Diabetes Forecast

Weathering the Storm

By Anne-Marie Mills , ,

Anne-Marie Wills

I have always said that managing type 1 diabetes is as easy as riding a bicycle—if I were blindfolded, had both hands tied behind my back, and was riding across a tightrope lit on fire. And that’s under normal circumstances. How about throwing a potentially catastrophic hurricane into the mix?

In September 2018, Hurricane Florence approached the Carolina coast as a category 5 storm, and Carolina Beach officials issued a mandatory evacuation. My evacuation zone was drastically reduced due to how far I can go in a subcompact car carrying my parents and a person with type 1 diabetes—me—who has neuropathy, a frequent need to stop for bathroom breaks, and a load of diabetes supplies: insulin, test strips, insulin pump infusion sets, continuous glucose monitor (CGM) sensors, alcohol and prep pads, and adhesive remover.

When I packed  the car, I made it  very clear that all passengers would hold supplies on their laps. Any arguing would result in the supplies riding shotgun and the parents in the trunk.

After two hotels canceled reservations due to flooding, my parents, my supplies, and I ended up in a shelter. The other inhabitants must have thought a celebrity had arrived when my parents and I, along with several volunteers and an armed deputy loaded with diabetes-related supplies, trooped down the halls. My stuff occupied an entire cot.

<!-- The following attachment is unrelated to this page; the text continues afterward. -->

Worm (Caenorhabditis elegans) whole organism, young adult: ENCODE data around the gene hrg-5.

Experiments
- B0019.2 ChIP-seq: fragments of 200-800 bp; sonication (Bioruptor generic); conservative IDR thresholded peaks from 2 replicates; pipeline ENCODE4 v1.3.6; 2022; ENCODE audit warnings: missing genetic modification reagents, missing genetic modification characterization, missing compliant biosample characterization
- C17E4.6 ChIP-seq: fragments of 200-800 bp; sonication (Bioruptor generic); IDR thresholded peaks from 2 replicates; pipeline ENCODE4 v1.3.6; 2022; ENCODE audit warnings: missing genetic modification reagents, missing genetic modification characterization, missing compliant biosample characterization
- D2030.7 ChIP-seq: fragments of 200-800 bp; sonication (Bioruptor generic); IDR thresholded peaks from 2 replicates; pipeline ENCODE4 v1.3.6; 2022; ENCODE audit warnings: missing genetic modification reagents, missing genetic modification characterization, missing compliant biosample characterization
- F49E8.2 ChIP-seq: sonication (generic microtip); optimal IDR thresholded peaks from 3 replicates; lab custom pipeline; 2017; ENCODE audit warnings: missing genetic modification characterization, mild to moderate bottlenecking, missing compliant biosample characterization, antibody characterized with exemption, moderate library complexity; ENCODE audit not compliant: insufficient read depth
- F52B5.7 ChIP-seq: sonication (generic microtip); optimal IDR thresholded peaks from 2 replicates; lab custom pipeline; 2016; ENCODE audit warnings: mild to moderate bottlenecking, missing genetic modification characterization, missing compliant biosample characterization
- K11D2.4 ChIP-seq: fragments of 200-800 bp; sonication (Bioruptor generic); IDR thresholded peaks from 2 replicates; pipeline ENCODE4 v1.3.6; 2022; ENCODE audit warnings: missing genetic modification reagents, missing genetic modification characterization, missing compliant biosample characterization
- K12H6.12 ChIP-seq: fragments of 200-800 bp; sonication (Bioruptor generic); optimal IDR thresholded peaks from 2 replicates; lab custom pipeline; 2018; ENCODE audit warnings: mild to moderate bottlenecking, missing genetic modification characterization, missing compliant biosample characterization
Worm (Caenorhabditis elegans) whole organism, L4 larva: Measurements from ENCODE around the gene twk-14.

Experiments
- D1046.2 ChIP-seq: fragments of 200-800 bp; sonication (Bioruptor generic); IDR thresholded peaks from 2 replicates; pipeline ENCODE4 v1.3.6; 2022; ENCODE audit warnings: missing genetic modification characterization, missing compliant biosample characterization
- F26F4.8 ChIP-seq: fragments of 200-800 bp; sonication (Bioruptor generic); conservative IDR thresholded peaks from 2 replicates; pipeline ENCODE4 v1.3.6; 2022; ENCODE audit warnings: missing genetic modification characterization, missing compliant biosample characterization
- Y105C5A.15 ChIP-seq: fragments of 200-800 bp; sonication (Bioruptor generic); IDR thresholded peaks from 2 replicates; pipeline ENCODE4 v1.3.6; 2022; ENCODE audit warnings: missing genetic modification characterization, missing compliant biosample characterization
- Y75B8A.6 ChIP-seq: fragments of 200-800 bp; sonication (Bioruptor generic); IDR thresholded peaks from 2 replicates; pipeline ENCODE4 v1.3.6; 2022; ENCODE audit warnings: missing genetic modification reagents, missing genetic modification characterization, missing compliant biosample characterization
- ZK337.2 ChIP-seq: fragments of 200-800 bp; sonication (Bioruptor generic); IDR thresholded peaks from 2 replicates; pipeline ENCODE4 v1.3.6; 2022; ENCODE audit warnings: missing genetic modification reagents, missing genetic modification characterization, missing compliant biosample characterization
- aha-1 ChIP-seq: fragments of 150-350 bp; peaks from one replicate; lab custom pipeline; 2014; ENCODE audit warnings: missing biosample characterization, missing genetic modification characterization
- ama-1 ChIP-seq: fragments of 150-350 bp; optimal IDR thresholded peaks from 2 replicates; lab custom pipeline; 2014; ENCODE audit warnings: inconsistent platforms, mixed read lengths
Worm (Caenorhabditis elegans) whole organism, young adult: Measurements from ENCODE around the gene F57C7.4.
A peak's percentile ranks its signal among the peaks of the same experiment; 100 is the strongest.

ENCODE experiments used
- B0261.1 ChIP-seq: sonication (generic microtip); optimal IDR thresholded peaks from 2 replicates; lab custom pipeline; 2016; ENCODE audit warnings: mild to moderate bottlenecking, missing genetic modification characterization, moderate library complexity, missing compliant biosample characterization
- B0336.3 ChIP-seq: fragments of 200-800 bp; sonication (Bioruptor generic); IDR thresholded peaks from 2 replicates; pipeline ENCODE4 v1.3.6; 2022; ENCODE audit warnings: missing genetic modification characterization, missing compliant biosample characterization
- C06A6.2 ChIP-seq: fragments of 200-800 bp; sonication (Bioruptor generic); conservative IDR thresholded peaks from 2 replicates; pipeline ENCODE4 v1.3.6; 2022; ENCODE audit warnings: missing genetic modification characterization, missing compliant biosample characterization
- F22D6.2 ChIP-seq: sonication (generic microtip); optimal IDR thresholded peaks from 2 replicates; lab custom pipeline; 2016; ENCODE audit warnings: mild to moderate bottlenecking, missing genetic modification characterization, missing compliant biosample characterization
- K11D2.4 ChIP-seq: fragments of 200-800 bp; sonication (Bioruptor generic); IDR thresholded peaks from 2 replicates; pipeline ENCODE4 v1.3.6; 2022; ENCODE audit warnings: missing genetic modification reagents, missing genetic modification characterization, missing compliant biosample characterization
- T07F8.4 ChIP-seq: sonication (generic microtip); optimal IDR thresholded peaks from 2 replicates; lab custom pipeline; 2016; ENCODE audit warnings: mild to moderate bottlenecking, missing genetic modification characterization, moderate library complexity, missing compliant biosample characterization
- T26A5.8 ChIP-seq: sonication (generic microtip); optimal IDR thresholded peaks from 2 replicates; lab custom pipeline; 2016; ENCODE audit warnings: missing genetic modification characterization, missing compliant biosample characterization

After the hurricane passed, our shelter started flooding and the generator died, so I decided to start back home with hopes of the mandatory evacuation being lifted. No such luck. Mom, Dad, my supplies, and I all spent the night in my car, parked in a shopping center parking lot with no power and no bathroom. The next day, I finally made it home with a new appreciation for electricity, comfy beds, and restrooms.

I discovered many things on my adventure: I can change an infusion set and a CGM sensor under a blanket without a flashlight. And a beeping insulin pump sounds amazingly similar to a weather alert from The Weather Channel.

I also learned I can survive a hurricane and flooding, as well as everything diabetes tries to put me through. It may not be as easy as riding a bike, but I’m capable of managing my diabetes even in the worst of conditions.

Anne-Marie Mills, a retired business services coordinator for the University  of North Carolina at Charlotte Urban Institute, is enjoying her second career as a beach bum in Carolina Beach, North Carolina. She was diagnosed with type 1 diabetes at age 4.

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